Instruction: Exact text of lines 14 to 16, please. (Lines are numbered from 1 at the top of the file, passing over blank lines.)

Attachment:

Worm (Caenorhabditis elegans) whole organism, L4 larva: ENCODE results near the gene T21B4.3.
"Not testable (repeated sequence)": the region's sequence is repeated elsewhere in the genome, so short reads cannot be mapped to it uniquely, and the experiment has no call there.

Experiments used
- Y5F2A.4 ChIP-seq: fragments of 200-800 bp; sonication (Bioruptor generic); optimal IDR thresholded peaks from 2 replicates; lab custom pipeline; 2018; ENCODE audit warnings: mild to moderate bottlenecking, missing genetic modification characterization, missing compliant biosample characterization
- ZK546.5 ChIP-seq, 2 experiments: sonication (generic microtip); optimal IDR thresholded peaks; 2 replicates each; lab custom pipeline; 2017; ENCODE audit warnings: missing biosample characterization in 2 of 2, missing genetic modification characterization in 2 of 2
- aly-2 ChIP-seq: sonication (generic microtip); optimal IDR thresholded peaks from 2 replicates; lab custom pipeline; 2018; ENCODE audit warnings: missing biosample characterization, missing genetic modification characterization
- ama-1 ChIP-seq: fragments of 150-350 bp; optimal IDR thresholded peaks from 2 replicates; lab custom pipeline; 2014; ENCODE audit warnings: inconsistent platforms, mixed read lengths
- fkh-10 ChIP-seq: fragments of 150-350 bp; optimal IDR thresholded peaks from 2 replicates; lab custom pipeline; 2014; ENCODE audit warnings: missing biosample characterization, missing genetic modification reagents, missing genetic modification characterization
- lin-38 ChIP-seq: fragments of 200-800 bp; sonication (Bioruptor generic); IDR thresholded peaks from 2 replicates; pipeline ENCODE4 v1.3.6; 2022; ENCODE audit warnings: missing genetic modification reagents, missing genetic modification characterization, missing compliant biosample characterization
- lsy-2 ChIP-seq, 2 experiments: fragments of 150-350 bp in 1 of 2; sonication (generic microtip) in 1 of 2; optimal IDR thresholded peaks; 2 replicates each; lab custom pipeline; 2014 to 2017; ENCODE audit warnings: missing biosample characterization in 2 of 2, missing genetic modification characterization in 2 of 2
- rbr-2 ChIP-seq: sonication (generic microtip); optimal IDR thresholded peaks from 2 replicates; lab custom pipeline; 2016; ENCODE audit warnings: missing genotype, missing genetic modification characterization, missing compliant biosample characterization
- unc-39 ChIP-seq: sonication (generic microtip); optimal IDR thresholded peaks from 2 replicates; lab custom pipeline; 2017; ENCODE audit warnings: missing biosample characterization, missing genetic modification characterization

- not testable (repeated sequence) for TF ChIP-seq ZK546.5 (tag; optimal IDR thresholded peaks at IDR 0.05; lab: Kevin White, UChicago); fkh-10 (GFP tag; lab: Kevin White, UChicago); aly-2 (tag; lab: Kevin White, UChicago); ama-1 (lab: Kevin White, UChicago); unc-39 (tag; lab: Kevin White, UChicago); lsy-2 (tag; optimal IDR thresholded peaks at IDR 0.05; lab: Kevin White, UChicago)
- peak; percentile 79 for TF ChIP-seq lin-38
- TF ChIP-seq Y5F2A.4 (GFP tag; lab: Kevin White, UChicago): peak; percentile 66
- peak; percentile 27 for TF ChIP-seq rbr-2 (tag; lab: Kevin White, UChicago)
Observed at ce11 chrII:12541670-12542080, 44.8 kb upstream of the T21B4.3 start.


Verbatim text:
- peak; percentile 79 for TF ChIP-seq lin-38
- TF ChIP-seq Y5F2A.4 (GFP tag; lab: Kevin White, UChicago): peak; percentile 66
- peak; percentile 27 for TF ChIP-seq rbr-2 (tag; lab: Kevin White, UChicago)